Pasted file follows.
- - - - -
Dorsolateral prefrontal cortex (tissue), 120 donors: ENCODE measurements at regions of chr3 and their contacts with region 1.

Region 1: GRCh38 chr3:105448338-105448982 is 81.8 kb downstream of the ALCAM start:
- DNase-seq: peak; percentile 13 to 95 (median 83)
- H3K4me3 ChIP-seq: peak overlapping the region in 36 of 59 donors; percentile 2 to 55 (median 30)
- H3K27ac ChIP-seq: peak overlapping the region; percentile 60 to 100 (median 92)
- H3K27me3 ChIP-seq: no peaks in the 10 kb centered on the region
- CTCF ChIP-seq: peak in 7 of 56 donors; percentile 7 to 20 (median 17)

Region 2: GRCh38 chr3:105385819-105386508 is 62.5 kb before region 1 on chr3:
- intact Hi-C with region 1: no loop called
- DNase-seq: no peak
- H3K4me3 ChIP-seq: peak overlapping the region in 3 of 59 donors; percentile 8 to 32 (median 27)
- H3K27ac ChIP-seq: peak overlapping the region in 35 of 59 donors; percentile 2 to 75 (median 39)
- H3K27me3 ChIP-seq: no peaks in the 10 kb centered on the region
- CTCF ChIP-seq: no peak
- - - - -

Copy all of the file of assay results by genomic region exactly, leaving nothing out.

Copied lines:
Dorsolateral prefrontal cortex (tissue), 120 donors: ENCODE measurements at regions of chr3 and their contacts with region 1.

Region 1: GRCh38 chr3:105448338-105448982 is 81.8 kb downstream of the ALCAM start:
- DNase-seq: peak; percentile 13 to 95 (median 83)
- H3K4me3 ChIP-seq: peak overlapping the region in 36 of 59 donors; percentile 2 to 55 (median 30)
- H3K27ac ChIP-seq: peak overlapping the region; percentile 60 to 100 (median 92)
- H3K27me3 ChIP-seq: no peaks in the 10 kb centered on the region
- CTCF ChIP-seq: peak in 7 of 56 donors; percentile 7 to 20 (median 17)

Region 2: GRCh38 chr3:105385819-105386508 is 62.5 kb before region 1 on chr3:
- intact Hi-C with region 1: no loop called
- DNase-seq: no peak
- H3K4me3 ChIP-seq: peak overlapping the region in 3 of 59 donors; percentile 8 to 32 (median 27)
- H3K27ac ChIP-seq: peak overlapping the region in 35 of 59 donors; percentile 2 to 75 (median 39)
- H3K27me3 ChIP-seq: no peaks in the 10 kb centered on the region
- CTCF ChIP-seq: no peak